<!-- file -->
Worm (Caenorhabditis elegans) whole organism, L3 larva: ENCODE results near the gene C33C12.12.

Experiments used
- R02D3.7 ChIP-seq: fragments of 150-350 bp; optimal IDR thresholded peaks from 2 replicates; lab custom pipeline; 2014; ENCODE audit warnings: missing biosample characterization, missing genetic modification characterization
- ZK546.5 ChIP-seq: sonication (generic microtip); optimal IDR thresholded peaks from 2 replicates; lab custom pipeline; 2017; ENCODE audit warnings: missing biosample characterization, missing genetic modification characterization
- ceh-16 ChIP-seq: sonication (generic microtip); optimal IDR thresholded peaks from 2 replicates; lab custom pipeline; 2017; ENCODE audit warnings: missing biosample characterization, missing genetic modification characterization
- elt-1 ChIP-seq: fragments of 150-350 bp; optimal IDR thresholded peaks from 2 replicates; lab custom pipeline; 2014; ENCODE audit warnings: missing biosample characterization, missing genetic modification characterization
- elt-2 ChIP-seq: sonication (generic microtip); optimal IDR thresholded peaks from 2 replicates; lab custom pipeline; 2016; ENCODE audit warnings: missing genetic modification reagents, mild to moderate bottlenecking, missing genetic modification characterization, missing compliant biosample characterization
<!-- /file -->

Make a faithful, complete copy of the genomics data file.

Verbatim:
Worm (Caenorhabditis elegans) whole organism, L3 larva: ENCODE results near the gene C33C12.12.

Experiments used
- R02D3.7 ChIP-seq: fragments of 150-350 bp; optimal IDR thresholded peaks from 2 replicates; lab custom pipeline; 2014; ENCODE audit warnings: missing biosample characterization, missing genetic modification characterization
- ZK546.5 ChIP-seq: sonication (generic microtip); optimal IDR thresholded peaks from 2 replicates; lab custom pipeline; 2017; ENCODE audit warnings: missing biosample characterization, missing genetic modification characterization
- ceh-16 ChIP-seq: sonication (generic microtip); optimal IDR thresholded peaks from 2 replicates; lab custom pipeline; 2017; ENCODE audit warnings: missing biosample characterization, missing genetic modification characterization
- elt-1 ChIP-seq: fragments of 150-350 bp; optimal IDR thresholded peaks from 2 replicates; lab custom pipeline; 2014; ENCODE audit warnings: missing biosample characterization, missing genetic modification characterization
- elt-2 ChIP-seq: sonication (generic microtip); optimal IDR thresholded peaks from 2 replicates; lab custom pipeline; 2016; ENCODE audit warnings: missing genetic modification reagents, mild to moderate bottlenecking, missing genetic modification characterization, missing compliant biosample characterization